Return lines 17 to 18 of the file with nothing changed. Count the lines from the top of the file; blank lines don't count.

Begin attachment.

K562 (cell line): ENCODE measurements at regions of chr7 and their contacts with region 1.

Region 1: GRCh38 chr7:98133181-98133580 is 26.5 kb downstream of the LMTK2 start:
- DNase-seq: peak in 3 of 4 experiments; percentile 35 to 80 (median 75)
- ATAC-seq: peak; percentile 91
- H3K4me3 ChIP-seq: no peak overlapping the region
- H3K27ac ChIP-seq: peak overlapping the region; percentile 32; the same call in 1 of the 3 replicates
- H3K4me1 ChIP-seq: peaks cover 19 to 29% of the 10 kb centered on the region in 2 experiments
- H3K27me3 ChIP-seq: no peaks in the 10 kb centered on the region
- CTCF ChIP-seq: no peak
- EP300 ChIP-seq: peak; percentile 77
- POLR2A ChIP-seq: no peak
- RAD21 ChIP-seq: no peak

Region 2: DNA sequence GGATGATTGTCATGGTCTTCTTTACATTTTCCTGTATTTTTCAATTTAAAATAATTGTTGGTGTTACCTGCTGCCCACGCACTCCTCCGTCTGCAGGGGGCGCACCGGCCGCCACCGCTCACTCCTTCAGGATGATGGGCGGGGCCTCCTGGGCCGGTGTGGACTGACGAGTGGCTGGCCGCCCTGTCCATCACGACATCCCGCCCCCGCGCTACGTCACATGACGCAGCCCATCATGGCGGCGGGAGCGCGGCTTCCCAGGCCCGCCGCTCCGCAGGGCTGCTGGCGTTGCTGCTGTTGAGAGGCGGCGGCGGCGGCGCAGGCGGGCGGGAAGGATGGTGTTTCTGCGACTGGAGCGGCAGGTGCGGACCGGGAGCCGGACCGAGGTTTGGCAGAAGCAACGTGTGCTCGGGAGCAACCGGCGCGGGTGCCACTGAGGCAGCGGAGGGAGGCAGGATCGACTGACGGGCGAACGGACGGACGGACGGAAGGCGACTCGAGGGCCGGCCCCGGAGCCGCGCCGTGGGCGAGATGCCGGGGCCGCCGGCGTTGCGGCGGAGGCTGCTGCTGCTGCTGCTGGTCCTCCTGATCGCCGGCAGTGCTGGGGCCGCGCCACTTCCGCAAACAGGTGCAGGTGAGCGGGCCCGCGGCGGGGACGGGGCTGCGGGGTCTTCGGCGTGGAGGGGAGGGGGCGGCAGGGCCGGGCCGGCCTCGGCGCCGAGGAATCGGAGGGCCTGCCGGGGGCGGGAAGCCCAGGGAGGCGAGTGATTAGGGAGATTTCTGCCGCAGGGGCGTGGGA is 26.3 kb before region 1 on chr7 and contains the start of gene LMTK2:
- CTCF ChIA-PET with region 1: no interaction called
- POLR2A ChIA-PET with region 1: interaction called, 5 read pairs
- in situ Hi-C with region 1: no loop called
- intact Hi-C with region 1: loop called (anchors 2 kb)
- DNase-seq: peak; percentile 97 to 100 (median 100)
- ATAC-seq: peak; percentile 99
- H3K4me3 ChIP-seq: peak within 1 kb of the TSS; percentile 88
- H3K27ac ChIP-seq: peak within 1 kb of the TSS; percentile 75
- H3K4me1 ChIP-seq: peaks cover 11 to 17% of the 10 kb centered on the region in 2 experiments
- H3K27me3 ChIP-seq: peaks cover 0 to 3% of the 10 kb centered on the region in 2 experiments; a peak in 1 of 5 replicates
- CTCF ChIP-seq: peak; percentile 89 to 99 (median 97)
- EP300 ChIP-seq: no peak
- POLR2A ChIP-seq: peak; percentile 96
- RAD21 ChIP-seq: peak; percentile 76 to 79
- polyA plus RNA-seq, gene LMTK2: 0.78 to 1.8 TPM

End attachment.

- intact Hi-C with region 1: loop called (anchors 2 kb)
- DNase-seq: peak; percentile 97 to 100 (median 100)